Mehdi Khalaji, an Iran specialist at the Washington Institute for Near East Policy, said in an interview that he doubts that the U.S. or Iran will launch a military strike this year. Rather, he cited the possibility than Iran might stage a provocation and use any response as an excuse to launch an asymmetrical attack against U.S. and Israel targets using proxies such as Hezbollah
My advice is to keep praying for peace and preparing for some hard times to come….food, water, guns and ammo. Preparedness is not a bad idea especially considering the hardship you could experience if you don’t…
In an essential repeat of what preceded the Iraq war, the IAEA’s recent report on Iran looks like more of the same. In this video below learn more of what is really going on.
The IAEA- the International Atomic Energy Agency says Iran might be working on developing
The International Atomic Energy Agency doesn’t really have any intelligence capabilities of its own. It is relying on reports that are coming from others like Israel and the United States.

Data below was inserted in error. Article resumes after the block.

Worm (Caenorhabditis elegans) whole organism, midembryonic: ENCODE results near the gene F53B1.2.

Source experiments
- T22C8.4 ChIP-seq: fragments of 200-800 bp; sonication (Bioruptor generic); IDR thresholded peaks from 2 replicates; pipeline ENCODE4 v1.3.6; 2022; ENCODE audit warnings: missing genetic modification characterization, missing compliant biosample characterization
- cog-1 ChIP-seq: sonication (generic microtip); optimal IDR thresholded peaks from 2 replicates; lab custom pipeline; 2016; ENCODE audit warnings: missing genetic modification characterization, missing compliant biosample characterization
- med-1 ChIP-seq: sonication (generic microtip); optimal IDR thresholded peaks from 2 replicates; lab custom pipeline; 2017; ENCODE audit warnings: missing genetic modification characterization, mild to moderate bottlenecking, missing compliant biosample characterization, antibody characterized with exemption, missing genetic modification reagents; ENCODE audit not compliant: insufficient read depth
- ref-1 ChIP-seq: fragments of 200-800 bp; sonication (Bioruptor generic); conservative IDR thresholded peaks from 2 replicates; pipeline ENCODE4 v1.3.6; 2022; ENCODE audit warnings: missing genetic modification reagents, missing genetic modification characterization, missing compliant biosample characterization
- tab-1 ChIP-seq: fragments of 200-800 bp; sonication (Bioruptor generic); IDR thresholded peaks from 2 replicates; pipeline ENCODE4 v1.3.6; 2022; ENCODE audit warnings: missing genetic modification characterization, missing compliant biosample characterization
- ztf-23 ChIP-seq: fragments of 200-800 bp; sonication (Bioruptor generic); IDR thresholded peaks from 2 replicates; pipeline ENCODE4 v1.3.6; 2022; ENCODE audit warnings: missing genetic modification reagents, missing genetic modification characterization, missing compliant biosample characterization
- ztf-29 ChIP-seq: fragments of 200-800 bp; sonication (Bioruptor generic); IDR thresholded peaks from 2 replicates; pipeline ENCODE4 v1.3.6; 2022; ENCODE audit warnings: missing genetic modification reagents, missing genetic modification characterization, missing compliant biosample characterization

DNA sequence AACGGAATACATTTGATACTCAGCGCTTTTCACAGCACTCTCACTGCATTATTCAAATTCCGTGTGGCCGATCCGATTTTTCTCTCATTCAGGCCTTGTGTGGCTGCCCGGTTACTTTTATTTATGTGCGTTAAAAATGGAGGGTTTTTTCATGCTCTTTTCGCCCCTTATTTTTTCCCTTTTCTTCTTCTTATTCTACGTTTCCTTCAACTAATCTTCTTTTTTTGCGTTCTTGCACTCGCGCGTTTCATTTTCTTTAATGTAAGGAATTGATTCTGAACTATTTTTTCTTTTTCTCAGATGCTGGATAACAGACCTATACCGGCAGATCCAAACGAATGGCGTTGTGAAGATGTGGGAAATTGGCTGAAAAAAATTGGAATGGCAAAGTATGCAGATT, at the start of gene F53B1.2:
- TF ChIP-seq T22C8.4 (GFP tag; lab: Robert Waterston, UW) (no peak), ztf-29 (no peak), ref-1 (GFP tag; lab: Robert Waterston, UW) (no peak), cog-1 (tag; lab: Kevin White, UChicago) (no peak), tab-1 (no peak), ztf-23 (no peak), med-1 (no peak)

It’s all based on ‘suspicions’ and ‘hunches’. It’s all speculation
and grainy satellite photos. It’s so similar to the build up to the
Iraq war it might as well be an instant replay on ESPN.
In fact, the UN nuclear watchdog has found NO smoking gun, but has
succeeded nonetheless in providing a pretext for war.
Former CIA officer Philip Giraldi speaks with RT and expresses
grave doubts about the value of the IAEA report…
In this video below you will learn more info in addition to a post last year on US plans to further militarize the Persian gulf, a serious hot spot in the Middle East.
Here is the video;